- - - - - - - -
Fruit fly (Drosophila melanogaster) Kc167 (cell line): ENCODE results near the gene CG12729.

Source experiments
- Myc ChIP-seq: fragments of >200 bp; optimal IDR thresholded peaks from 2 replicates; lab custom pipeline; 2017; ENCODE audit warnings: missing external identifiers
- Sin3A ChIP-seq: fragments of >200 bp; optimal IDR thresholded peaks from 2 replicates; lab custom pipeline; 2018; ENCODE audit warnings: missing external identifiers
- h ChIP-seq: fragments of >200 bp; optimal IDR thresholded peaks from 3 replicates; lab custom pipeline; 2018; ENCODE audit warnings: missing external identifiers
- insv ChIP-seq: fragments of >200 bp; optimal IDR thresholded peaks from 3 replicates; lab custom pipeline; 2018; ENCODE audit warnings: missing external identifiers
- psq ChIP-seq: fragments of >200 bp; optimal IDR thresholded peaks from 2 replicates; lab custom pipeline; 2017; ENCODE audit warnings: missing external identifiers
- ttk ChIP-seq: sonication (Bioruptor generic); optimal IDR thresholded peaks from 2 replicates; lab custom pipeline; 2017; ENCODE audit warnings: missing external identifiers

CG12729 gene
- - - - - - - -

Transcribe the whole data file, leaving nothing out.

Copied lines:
Fruit fly (Drosophila melanogaster) Kc167 (cell line): ENCODE results near the gene CG12729.

Source experiments
- Myc ChIP-seq: fragments of >200 bp; optimal IDR thresholded peaks from 2 replicates; lab custom pipeline; 2017; ENCODE audit warnings: missing external identifiers
- Sin3A ChIP-seq: fragments of >200 bp; optimal IDR thresholded peaks from 2 replicates; lab custom pipeline; 2018; ENCODE audit warnings: missing external identifiers
- h ChIP-seq: fragments of >200 bp; optimal IDR thresholded peaks from 3 replicates; lab custom pipeline; 2018; ENCODE audit warnings: missing external identifiers
- insv ChIP-seq: fragments of >200 bp; optimal IDR thresholded peaks from 3 replicates; lab custom pipeline; 2018; ENCODE audit warnings: missing external identifiers
- psq ChIP-seq: fragments of >200 bp; optimal IDR thresholded peaks from 2 replicates; lab custom pipeline; 2017; ENCODE audit warnings: missing external identifiers
- ttk ChIP-seq: sonication (Bioruptor generic); optimal IDR thresholded peaks from 2 replicates; lab custom pipeline; 2017; ENCODE audit warnings: missing external identifiers

CG12729 gene